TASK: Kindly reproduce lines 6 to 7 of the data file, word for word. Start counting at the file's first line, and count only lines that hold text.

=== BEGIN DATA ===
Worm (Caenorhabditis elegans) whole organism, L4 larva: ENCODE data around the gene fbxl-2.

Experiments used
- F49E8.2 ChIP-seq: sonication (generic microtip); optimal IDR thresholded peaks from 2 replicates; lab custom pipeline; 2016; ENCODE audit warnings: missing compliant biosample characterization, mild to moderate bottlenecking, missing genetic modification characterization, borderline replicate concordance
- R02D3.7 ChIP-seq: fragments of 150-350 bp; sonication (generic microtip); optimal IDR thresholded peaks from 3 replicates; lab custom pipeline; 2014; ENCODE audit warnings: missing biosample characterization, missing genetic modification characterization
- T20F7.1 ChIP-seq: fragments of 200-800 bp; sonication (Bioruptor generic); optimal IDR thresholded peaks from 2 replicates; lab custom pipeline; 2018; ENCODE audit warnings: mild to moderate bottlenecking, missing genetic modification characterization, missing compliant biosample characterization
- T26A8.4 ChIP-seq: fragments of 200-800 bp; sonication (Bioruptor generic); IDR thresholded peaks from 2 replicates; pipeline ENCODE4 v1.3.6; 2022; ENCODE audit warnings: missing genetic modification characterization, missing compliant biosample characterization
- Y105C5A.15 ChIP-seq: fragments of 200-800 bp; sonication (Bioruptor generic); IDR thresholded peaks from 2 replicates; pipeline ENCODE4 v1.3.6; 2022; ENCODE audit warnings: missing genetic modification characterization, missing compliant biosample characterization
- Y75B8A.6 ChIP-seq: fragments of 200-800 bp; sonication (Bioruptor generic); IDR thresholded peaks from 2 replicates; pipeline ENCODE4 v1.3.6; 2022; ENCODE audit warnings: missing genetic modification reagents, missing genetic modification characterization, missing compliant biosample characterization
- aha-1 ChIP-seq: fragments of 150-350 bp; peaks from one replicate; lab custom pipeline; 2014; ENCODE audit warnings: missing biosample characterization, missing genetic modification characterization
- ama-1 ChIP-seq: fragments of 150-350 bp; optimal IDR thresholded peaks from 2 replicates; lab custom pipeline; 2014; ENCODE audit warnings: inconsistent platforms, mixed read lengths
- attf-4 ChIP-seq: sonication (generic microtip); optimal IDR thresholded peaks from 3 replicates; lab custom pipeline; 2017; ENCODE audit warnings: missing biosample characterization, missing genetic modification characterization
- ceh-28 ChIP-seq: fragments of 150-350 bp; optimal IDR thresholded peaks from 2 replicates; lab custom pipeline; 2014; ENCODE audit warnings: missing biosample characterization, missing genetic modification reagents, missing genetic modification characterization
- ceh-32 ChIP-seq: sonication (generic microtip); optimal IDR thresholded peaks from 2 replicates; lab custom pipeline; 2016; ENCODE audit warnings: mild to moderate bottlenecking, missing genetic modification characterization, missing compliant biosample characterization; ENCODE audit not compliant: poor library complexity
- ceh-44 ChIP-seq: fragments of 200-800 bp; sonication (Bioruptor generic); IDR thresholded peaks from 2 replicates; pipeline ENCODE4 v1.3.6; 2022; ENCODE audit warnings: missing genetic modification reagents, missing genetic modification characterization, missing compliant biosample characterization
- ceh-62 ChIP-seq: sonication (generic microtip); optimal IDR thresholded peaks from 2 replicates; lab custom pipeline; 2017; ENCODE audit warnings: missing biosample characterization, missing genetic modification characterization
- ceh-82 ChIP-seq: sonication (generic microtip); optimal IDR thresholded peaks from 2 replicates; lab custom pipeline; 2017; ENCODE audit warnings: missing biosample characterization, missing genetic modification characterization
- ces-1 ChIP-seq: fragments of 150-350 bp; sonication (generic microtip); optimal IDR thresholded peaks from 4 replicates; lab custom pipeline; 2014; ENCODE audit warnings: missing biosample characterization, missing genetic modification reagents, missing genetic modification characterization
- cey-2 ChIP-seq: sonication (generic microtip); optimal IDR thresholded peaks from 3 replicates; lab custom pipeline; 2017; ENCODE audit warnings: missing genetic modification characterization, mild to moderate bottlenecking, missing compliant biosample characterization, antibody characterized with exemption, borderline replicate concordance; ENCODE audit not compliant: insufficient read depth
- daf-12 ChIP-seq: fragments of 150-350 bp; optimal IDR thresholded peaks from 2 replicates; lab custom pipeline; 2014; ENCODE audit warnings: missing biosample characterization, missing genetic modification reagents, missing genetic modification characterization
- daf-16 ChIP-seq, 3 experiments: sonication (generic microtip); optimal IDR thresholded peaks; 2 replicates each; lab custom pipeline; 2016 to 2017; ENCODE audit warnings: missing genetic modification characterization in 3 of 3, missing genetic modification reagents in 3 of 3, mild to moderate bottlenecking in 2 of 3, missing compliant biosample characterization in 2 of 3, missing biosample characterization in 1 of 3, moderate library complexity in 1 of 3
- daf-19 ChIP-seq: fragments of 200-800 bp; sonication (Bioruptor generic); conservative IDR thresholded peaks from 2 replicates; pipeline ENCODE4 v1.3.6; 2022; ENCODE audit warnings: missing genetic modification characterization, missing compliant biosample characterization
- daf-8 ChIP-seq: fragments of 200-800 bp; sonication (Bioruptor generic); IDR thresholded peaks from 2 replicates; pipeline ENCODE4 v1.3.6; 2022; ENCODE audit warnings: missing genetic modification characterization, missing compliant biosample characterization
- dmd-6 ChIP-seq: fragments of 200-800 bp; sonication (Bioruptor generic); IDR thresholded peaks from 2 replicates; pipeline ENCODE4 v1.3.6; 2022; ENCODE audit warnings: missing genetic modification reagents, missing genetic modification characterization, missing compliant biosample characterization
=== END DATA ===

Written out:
- T26A8.4 ChIP-seq: fragments of 200-800 bp; sonication (Bioruptor generic); IDR thresholded peaks from 2 replicates; pipeline ENCODE4 v1.3.6; 2022; ENCODE audit warnings: missing genetic modification characterization, missing compliant biosample characterization
- Y105C5A.15 ChIP-seq: fragments of 200-800 bp; sonication (Bioruptor generic); IDR thresholded peaks from 2 replicates; pipeline ENCODE4 v1.3.6; 2022; ENCODE audit warnings: missing genetic modification characterization, missing compliant biosample characterization